Fresno Mayor Ashley Swearengin is proposing her vision for the city’s 1.2 billion dollar budget. Valley Public Radio’s Jeffrey Hess reports the budget calls for more cops, fire fighters, and street repairs.
The budget has finally recovered after taking a deep hit during the great recession when it appeared possible the city could default and declare bankruptcy.
Mayor Ashley Swearengin says that money should be used to add 43 police officers, more fire fighters, and restore cuts made when the budget collapsed.
A new national survey indicates three Central Valley communities are among the worst in the nation when it comes to resident’s perception of safety.
A Gallup poll recently released shows that Fresno residents say they are the least likely to feel safe and secure in their neighborhoods. The Stockton-Lodi region and Bakersfield ranked second and third.
California Governor Jerry Brown has revised his plan to restore habitat in the Sacramento-San Joaquin Delta, much to the dismay of environmental groups. As Amy Quinton reports from Sacramento, the plan also includes design changes for the proposed twin tunnels that would carry water south.
Governor Brown sold his plan to build two tunnels in the Delta with the promise that habitat would be restored. The number most commonly mentioned was 100,000 acres. Brown says that was just an “idea” with no way to pay for it. He now proposes 30,000 acres.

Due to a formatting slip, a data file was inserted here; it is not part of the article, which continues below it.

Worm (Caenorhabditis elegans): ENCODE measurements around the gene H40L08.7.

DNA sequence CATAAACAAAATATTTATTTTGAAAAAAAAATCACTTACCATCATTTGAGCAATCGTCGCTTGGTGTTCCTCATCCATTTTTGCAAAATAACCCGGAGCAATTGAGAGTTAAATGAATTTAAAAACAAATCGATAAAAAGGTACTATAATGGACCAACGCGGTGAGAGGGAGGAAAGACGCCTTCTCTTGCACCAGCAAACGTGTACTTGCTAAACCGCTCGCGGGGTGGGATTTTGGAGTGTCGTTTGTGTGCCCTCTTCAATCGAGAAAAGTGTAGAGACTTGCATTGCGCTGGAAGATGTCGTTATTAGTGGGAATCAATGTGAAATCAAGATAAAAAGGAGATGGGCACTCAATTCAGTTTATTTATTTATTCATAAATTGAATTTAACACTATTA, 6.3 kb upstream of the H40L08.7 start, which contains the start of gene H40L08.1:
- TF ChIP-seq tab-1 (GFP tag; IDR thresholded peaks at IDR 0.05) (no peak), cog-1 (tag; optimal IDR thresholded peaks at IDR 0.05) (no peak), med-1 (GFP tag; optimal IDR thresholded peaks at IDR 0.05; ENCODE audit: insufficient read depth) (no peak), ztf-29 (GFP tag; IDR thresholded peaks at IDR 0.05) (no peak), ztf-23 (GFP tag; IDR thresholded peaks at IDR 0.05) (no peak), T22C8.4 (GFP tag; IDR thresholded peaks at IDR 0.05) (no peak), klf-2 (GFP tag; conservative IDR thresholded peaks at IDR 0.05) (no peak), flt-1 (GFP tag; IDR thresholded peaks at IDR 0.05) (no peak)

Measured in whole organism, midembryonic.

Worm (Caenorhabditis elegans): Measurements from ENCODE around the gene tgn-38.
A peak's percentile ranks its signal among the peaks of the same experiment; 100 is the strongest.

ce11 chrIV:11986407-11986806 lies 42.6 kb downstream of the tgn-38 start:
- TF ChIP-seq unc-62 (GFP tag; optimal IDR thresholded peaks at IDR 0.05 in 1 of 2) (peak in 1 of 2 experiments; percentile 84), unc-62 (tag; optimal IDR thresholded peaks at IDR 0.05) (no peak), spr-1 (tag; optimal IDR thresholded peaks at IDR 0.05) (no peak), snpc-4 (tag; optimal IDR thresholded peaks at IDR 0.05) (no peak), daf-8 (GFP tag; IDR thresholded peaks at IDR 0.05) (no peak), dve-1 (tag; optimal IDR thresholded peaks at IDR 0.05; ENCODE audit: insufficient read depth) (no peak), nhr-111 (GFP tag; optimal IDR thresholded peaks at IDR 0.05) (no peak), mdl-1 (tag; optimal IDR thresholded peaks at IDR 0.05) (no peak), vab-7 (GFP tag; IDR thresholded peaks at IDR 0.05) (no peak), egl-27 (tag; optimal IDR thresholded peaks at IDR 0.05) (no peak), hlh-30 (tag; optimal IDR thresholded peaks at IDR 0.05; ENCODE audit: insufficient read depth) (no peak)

A California Senate Committee Monday will consider the financial feasibility of allowing undocumented immigrants to obtain full health coverage. As Capital Public Radio's Health Care Reporter Pauline Bartolone tells us, Medi-Cal already pays for some health services.
The "Health For All Act" would allow lower-income undocumented immigrants to sign up for full Medi-Cal coverage. It would allow others to buy health insurance completely on their own.
A federal judge has dismissed charges against the California man accused of sparking the Rim Fire near Yosemite National Park in 2013. Valley Public Radio’s Ezra David Romero has more.
Prosecutors decided to drop the charges against 33-year-old Keith Matthew Emerald, after two key witnesses unexpectedly died. Without their testimonies the US Attorney said it was unlikely they could prove the charges beyond a reasonable doubt.